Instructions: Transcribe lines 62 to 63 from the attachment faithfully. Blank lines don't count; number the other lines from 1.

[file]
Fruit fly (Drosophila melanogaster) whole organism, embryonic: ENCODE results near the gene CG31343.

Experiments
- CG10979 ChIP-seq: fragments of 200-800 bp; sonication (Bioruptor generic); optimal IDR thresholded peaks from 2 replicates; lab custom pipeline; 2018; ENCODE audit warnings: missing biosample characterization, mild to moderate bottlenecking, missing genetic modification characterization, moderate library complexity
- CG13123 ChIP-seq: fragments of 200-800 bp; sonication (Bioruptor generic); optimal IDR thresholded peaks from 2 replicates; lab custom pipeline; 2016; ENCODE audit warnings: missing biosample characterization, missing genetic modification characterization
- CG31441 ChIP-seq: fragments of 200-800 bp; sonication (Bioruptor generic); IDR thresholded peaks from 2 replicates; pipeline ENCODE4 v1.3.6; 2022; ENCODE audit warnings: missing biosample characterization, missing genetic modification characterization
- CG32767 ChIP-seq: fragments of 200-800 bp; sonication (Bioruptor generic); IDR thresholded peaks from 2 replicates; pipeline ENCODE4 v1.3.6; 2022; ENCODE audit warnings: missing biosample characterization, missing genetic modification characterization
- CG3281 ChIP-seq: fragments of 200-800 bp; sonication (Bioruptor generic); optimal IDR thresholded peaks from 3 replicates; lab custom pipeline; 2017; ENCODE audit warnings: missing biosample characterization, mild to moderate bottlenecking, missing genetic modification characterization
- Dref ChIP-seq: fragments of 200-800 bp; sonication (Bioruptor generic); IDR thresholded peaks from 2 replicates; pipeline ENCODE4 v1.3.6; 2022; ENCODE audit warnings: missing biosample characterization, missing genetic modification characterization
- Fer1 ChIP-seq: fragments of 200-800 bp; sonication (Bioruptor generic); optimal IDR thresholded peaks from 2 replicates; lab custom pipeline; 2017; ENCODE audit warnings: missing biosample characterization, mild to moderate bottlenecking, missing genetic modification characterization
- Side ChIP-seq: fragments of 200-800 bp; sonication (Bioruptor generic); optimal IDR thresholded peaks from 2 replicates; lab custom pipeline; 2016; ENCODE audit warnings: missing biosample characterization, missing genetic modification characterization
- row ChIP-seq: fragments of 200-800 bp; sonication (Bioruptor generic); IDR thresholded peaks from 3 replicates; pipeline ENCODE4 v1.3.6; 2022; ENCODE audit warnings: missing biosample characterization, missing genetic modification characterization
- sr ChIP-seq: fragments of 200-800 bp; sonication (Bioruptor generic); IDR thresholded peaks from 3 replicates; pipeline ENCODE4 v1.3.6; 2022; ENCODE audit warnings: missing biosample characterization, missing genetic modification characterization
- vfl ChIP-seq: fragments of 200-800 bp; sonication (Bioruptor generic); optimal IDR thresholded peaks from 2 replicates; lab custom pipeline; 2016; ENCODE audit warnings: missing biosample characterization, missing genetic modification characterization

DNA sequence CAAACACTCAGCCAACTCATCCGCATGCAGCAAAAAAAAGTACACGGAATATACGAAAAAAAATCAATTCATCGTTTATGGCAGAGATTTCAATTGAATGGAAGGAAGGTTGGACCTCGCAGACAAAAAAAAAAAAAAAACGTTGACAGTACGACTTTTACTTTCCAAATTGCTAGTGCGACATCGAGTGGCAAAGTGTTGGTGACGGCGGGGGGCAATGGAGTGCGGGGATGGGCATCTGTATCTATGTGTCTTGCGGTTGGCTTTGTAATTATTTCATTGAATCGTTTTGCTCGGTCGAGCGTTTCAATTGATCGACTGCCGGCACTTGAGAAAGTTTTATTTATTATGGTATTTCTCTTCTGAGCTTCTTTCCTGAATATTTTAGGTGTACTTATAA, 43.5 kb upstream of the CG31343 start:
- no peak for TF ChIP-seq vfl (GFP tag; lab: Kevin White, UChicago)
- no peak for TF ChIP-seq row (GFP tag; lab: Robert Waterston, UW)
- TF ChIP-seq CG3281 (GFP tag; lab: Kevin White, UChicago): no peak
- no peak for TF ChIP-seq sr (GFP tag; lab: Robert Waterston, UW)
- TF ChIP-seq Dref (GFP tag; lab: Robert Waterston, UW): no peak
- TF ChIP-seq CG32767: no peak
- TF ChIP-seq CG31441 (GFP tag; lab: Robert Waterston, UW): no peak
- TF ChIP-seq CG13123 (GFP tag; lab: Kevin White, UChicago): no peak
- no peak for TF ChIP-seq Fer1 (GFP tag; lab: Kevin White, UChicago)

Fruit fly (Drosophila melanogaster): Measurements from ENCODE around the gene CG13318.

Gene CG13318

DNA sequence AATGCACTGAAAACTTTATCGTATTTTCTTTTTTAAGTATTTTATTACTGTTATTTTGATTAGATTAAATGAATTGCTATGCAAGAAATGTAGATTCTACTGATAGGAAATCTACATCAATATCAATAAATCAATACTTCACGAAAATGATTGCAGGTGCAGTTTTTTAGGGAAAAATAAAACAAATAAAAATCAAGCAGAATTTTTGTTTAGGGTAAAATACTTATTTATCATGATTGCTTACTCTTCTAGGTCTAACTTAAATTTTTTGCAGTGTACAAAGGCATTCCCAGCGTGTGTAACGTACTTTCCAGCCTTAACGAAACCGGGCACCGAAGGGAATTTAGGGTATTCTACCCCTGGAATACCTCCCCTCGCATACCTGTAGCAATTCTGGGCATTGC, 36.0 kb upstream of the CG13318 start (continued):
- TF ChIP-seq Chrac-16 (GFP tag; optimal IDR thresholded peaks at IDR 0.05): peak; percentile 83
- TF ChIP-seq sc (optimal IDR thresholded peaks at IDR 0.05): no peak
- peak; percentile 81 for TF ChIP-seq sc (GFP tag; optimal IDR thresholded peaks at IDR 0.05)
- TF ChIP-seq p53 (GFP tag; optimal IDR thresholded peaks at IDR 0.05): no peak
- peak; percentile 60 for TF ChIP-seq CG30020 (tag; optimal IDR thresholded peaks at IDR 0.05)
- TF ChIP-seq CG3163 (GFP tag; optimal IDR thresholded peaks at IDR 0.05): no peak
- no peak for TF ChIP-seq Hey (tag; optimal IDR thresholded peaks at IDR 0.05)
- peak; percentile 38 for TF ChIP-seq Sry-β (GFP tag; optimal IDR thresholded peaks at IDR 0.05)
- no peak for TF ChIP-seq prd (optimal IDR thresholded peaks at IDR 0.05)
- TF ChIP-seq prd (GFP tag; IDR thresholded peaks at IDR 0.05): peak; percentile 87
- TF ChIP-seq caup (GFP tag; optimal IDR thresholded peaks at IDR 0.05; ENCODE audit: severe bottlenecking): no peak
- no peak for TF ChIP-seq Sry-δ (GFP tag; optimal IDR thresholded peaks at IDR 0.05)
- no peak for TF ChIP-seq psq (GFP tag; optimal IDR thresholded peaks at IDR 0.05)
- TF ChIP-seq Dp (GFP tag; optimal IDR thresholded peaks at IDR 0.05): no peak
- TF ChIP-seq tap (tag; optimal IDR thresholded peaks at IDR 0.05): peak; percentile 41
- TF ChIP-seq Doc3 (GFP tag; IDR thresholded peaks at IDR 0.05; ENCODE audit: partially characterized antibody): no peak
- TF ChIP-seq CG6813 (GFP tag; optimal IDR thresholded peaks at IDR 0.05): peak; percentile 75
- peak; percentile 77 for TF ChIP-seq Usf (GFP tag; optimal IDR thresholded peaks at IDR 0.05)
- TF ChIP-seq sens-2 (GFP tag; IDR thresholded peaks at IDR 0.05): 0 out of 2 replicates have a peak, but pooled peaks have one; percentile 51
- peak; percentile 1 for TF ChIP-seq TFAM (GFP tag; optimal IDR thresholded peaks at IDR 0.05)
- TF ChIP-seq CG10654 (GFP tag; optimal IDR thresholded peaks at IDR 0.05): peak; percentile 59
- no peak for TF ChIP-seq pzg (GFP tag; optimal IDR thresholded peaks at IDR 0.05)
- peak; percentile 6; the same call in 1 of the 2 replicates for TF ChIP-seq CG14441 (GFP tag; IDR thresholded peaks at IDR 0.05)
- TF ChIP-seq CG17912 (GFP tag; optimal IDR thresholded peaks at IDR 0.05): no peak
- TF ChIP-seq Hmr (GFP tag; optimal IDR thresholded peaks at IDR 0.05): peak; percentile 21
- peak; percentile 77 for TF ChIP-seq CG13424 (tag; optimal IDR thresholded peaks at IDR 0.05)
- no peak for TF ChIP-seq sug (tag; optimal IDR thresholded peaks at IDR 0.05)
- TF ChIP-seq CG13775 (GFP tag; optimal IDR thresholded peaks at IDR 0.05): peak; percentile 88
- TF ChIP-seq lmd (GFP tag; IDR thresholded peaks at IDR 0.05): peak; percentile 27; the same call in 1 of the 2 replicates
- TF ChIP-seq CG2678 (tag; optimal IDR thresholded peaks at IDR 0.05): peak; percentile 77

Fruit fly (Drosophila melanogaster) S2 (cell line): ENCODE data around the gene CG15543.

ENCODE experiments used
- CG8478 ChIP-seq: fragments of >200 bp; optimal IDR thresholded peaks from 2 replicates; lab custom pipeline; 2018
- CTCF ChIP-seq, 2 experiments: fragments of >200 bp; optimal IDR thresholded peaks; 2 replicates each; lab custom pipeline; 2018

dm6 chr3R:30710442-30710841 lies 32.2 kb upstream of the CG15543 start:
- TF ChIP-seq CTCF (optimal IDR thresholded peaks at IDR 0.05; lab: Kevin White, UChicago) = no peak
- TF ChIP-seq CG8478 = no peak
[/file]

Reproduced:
- TF ChIP-seq CTCF (optimal IDR thresholded peaks at IDR 0.05; lab: Kevin White, UChicago) = no peak
- TF ChIP-seq CG8478 = no peak